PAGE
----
Theorem 15 in these notes classifies all valuations on a rational function field $K = k(t)$ which are trivial on $k$. Here $k$ may be any field of constants.

This result may be viewed as the "function field Ostrowski Theorem". In that there are no Archimedean norms to deal with, it is actually significantly easier than Ostrowski over $\mathbb{Q}$ (or over a number field).

You asked about valuation rings, not rank one valuations. Happily, since $k[T]$ is a PID, any ring intermediate between $k[T]$ and its fraction field is a localization of $k[T]$, hence Noetherian. So any valuation ring $k[T] \subset R \subset K(T)$ is indeed a discrete valuation ring, so is the valuation ring corresponding to some non-Archimedean $\mathbb{R}$-valued norm function.

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Thank you very much for the answer and reference. This contains so much information on valuation rings, and I will study this carefully. Thanks again~ – ShinyaSakai Sep 30 '11 at 3:44

Here's a different approach. Let $R \subset k(x)$ be a valuation ring. Then the ideals of $R$ are totally ordered by inclusion. Therefore, there exists a unique maximal ideal $\mathfrak{m}$ of $R.$ Assuming $k[x] \subset R,$ it follows $\mathfrak{m} \cap k[x]$ is a maximal ideal of $k[x]$ and hence is principal generated by an irreducible polynomial $p(x).$

The elements of $k[x] \setminus (\mathfrak{m} \cap k[x])$ are not contained in any maximal ideal of $R$ and thus are units in $R.$ It follows that $R \supset k[x]_{(p(x))}.$

Note that $k[x]_{(p(x))}$ is a valuation ring with valuation group $\mathbb{Z}.$ It follows that the valuation group of $R$ i.e. $k(x)^{\times}/R^{\times}$ is a quotient of $\mathbb{Z}$ in the category of ordered Abelian groups and thus either trivial or equal to $\mathbb{Z}.$ In the former case, $R = k(x),$ whereas in the latter, $R = k[x]_{(p(x))}.$ We conclude as the former case was excluded by assumption, that $R = k[x]_{(p(x))}$ as desired.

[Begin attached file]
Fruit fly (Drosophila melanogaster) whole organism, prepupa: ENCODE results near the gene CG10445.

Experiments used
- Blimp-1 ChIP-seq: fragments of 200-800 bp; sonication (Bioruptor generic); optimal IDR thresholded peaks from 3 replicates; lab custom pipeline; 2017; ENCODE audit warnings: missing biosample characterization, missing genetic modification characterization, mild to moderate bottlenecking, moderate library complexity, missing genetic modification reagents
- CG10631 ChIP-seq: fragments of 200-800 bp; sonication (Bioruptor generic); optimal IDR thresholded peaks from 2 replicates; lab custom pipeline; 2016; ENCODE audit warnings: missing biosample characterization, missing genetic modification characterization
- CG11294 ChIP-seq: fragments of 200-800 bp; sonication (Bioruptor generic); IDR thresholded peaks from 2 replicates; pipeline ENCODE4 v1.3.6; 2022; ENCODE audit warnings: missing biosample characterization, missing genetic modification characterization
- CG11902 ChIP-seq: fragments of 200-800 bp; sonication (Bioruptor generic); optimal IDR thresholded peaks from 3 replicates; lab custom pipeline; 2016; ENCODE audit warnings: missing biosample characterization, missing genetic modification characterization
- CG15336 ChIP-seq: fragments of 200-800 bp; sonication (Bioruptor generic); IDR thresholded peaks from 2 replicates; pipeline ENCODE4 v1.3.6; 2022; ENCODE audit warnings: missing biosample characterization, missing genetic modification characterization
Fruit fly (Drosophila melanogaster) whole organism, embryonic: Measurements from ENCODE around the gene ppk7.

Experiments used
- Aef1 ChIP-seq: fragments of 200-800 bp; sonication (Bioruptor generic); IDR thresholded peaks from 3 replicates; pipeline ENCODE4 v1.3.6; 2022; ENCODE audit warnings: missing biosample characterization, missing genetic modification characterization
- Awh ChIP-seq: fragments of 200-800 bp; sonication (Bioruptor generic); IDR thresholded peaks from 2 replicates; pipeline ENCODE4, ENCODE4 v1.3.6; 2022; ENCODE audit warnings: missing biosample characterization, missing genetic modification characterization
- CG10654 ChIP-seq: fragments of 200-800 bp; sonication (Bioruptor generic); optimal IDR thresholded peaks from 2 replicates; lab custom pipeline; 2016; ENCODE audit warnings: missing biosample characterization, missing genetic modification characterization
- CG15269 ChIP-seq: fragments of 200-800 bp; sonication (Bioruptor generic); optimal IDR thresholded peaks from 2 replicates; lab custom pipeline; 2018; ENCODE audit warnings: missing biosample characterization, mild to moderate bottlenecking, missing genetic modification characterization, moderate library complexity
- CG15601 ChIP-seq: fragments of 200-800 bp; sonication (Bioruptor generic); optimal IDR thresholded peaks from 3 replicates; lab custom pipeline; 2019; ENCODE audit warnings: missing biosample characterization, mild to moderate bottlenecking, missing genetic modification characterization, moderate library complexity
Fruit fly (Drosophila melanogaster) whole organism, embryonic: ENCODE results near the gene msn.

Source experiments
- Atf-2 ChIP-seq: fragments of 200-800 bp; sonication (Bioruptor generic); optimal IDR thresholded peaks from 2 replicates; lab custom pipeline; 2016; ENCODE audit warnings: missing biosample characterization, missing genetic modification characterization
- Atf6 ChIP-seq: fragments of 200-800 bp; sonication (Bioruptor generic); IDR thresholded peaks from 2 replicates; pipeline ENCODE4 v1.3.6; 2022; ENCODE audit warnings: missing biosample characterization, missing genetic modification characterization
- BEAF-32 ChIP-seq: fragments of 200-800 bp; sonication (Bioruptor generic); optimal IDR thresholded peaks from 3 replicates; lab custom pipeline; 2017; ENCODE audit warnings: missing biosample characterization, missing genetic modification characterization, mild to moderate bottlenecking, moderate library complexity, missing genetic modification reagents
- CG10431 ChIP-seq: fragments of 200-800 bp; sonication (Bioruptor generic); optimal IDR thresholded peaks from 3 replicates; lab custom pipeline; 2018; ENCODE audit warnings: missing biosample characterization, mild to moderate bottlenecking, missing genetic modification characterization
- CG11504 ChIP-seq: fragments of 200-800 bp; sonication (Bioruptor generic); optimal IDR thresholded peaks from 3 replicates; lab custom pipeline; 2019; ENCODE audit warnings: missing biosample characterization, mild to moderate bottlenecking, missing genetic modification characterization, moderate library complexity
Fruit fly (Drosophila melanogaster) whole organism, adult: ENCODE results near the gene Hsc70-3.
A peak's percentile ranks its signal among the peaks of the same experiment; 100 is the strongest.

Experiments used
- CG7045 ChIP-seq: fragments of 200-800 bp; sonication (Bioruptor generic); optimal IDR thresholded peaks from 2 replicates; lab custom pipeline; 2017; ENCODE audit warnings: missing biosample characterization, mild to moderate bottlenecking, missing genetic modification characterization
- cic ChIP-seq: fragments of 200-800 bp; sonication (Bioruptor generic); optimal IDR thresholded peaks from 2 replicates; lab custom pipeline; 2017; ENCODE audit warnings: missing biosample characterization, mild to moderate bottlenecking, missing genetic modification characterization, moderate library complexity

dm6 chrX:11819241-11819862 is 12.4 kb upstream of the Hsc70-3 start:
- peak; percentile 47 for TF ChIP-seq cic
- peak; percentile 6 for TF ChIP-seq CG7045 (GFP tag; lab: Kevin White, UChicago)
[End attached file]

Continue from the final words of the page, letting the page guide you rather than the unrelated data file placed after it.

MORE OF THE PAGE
Note that thus far the assumption that $k$ is algebraically closed has been superfluous. However, in the case that $k$ is algebraically closed $p(x) = x -a$ for some $a \in k.$ And therefore in this case the elements of $R = k[x]_{(p(x))}$ are of the form $f/g$ where $x-a\not|g.$

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I see. This is a more concise proof. Thank you very much. – ShinyaSakai Sep 30 '11 at 5:51

I have yet another strategy: $R$ is a valuation ring, and therefore it is local, with maximal ideal $\mathfrak{m}$. If $i: K[T] \to R$ is the inclusion, $\mathfrak{p} := i^{-1}(\mathfrak{m}) \subset K[T]$ will be a prime ideal. We would like to prove that $R = K[T]_{\mathfrak{p}}$. Once we have this, your claim follows directly from the definition of $K[T]_{\mathfrak{p}}$, as all prime ideals in $K[T]$ have the form $(T-a)$ for some $a \in K$.

So take some $x \in K(t)$ and assume $x \notin K[T]_{\mathfrak{p}}$. Then we can write $x = f/g$ where $g \in \mathfrak{p}$. But then, $g$ couldn't have been invertible in $R$ (as the invertible ones are exactly those not elements not lying in $\mathfrak{m}$). Therefore $x \notin R$. On the other hand, if $x \in K[T]_{\mathfrak{p}}$, then $x = f/g$ where $g \notin \mathfrak{p}$. As $R$ is a valuation ring we must either have $f/g \in R$ or $g/f \in R$. In the former case, we are done, in the latter case, it must then be true that $f \notin \mathfrak{m}$. But then, $x^{-1}$ is invertible in $R$ which means that $x \in R$ as well.

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Thank you very much for showing me another way of proof. – ShinyaSakai Sep 30 '11 at 6:05